Categories
Story Bites

The story of “Katyusha”

One of the most famous music composers during the Great Patriotic War (the Russian term for the second World War), Matvei Isaakovich Blanter, was born and raised in the town of Pochep during the reign of the Russian Empire. His father was a Jewish craftsman, and his uncle, Solomon Mikhoels, was an actor, director, and co-founder of the Moscow State Jewish Theater.

Matvei studied the musical arts in Kursk and Moscow, including piano, violin, and composition. In his early career, Blanter was known for his light dance and jazz songs. After the rise of Stalin, however, his vocation took a turn. The cultural environment of Russia became more ideologically strict. The musician began to produce work that was used as propaganda for the Soviet Union. A perfect example of this is the song “Stalin is Our Battle-Glory.” He wrote other military songs during the period before WWII.

By far, the most famous piece he ever wrote was “Katyusha.” The folk song is both upbeat in its character as well as militaristic in nature. The song represents a woman named Katyusha, who yarns for the love of her life, serving on the Soviet border. The woman sends her song to the young soldier to remind him of his lover and help him protect the Motherland, while Katyusha will preserve the love and bond between them. It gained fame and popularity during WWII. It became an inspiration to participate in the war effort against Nazi Germany, especially after Operation Barbarossa, the German invasion of Soviet Russia. The song was played by female students from the Soviet Industrial school in Moscow, offering a farewell to soldiers going to the front against the Nazi regime. It became an international hit, played by many singers in many nations, including Italy, where it became a favorite of Italian partisans fighting against both German and Italian Fascists in Italy.

.

.

Photo – http://aaron-kreiswirth-f8fa.squarespace.com/blog/bfe7d491-ace3-4dae-bfcf-bab12a24ffe1

Categories
Story Bites

Dmitri Shostakovich from Saint Petersburg

The son of an engineer and grandson of a Polish revolutionary, Dmitri Shostakovich, was born in Saint Petersburg, Russia, with a musical talent noted by his mother, a pianist. Dimitri went to study the musical arts at the Petrograd Conservatory at 13 graduated when he was 19 years old.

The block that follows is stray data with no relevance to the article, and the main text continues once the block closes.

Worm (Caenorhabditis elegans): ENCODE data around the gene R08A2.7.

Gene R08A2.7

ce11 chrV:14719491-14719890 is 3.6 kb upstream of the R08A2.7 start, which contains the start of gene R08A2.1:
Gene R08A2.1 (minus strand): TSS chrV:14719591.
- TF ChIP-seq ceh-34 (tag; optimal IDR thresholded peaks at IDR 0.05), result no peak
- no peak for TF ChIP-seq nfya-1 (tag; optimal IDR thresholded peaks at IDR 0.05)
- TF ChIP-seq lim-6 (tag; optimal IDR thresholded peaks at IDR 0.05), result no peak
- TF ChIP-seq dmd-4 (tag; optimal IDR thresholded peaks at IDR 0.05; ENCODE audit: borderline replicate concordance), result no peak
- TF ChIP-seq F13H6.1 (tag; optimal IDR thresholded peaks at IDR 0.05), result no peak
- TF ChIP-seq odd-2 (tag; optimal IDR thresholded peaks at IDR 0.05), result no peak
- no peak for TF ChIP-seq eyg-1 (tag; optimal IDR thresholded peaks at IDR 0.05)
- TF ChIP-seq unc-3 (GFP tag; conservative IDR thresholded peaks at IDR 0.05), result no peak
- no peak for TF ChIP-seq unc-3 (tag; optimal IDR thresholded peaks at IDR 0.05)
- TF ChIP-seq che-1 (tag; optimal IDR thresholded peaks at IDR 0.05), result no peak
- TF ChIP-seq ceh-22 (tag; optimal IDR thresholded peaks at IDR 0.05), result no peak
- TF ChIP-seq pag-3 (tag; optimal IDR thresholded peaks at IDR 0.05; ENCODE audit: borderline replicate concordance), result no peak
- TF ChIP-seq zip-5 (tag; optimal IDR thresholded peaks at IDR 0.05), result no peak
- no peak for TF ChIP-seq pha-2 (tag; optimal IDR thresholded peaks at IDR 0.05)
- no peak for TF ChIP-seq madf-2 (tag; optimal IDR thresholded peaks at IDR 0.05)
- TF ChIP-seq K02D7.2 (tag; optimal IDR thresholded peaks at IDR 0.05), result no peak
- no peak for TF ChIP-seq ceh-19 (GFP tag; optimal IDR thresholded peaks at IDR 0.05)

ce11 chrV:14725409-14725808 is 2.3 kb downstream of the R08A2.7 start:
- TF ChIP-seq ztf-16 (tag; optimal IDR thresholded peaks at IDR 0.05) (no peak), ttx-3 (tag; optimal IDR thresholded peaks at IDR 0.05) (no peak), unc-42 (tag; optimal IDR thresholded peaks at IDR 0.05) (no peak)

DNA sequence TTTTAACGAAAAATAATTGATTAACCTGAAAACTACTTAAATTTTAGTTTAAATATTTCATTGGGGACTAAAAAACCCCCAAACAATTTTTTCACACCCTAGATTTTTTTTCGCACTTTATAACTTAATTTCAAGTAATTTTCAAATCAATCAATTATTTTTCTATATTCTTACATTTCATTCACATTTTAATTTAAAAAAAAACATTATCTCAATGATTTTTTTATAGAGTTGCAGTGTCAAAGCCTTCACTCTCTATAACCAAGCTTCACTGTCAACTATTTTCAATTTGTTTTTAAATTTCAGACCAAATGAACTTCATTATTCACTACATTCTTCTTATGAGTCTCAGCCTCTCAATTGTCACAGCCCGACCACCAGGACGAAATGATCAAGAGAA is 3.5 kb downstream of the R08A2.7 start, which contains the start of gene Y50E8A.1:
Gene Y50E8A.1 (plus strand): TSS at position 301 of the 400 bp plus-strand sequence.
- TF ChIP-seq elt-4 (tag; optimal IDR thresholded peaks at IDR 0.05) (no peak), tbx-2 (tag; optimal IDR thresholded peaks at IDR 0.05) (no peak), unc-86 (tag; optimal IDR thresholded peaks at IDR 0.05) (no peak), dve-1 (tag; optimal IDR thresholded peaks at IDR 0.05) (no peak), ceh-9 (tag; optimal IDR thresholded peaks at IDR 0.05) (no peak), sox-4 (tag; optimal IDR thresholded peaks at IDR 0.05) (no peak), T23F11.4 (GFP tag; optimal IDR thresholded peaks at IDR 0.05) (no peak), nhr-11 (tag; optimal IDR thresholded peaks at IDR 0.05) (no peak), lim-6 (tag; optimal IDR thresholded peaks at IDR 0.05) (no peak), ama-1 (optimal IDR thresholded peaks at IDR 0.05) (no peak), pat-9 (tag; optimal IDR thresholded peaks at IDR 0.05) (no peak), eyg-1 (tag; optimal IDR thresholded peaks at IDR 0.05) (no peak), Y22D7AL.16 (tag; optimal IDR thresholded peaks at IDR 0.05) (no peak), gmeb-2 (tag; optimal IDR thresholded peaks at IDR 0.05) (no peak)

.

Because of the nature of the political environment he lived in, the composer and pianist had a difficult career. Pravada, a newspaper owned and operated by the Communist Party in the Soviet Union, harshly criticized his work for the first time after Joseph Stalin himself attended to listen to one of his early works, known as Lady Macbeth of the Mtsensk District. Other artists were pressured to criticize his job even if they admired him. After his light ballet, The Limpid Stream, Dimitri feared that he might be arrested. He was instructed by the Chairman of the USSR State Committee on Culture to reject his “formalist errors” (which meant works of art that didn’t serve the political interests of the Communist Party). Because of the Soviet campaign against art that did not toe the line, Shostakovich’s income fell sharply. This repressive environment affected the work of the composer and got him in trouble during his later years.

.

However, his art shined and was backed by the Soviet government during World War II. His most famous work is the Seventh Symphony, which he composed while living under siege of German forces in his home city (named “Leningrad” at the time). The Soviet forces conducted offensive operations against the Germans to silence them during the Philharmonic Hall’s performance to lift the residents’ spirits from mass starvation and sickness and use it as a form of psychological warfare against German forces. The piece was played by hungry, sick, and tired musicians who were victims of a brutal siege. It displayed the peaceful life before the Nazi invasion, the horrors and pains of the war, and the heroism of Leningrad’s population in the face of brutality. The symphony was heard by some in the German army stationed at Leningrad and was touched by the music. It displayed a strong will that Leningrad’s people had when placed against the most hopeless situation humanity can experience.

.

.

Photo Credit: Tahir Salahov. Portrait Of Dmitri Shostakovich (1974-1976)